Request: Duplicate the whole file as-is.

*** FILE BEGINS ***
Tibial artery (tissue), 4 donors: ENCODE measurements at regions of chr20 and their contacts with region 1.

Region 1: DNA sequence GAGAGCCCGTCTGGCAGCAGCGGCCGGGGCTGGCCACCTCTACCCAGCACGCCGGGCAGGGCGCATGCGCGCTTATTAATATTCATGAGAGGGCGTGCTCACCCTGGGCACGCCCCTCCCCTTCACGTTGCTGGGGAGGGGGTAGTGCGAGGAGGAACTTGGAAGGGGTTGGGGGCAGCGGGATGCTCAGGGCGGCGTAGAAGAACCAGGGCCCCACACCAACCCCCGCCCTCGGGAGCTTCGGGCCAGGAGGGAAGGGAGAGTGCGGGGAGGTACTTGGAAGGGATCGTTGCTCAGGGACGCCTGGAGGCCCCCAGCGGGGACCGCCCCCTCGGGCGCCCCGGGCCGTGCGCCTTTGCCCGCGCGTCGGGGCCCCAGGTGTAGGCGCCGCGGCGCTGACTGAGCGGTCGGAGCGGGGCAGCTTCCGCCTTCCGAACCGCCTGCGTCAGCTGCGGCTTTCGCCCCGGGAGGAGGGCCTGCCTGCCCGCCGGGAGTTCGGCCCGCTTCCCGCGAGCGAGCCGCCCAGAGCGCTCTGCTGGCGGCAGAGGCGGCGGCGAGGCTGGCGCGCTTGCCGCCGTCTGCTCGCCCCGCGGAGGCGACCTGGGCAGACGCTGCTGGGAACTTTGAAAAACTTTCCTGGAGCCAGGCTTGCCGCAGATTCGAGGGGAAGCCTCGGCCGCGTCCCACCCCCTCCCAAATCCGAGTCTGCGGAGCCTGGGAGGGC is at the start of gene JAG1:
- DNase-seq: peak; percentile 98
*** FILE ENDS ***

Tibial artery (tissue), 4 donors: ENCODE measurements at regions of chr20 and their contacts with region 1.

Region 1: DNA sequence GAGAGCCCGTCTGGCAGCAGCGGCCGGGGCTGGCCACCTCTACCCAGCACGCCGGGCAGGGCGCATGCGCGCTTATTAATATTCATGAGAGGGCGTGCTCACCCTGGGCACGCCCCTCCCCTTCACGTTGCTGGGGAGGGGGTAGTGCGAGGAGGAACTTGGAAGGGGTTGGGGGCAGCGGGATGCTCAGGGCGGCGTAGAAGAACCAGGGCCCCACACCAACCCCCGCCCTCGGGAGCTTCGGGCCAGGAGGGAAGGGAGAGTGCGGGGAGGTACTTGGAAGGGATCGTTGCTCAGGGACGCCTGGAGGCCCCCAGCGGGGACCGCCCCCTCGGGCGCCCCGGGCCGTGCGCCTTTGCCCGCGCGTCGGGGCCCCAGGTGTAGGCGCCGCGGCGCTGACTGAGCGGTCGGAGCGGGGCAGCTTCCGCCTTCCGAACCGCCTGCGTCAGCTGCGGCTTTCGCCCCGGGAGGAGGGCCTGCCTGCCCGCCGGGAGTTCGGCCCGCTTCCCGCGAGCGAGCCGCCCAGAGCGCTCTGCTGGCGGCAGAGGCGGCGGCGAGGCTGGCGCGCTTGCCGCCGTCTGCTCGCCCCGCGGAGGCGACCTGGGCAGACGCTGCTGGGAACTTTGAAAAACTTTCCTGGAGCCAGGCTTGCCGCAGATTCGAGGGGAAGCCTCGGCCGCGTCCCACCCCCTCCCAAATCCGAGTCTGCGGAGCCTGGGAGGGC is at the start of gene JAG1:
- DNase-seq: peak; percentile 98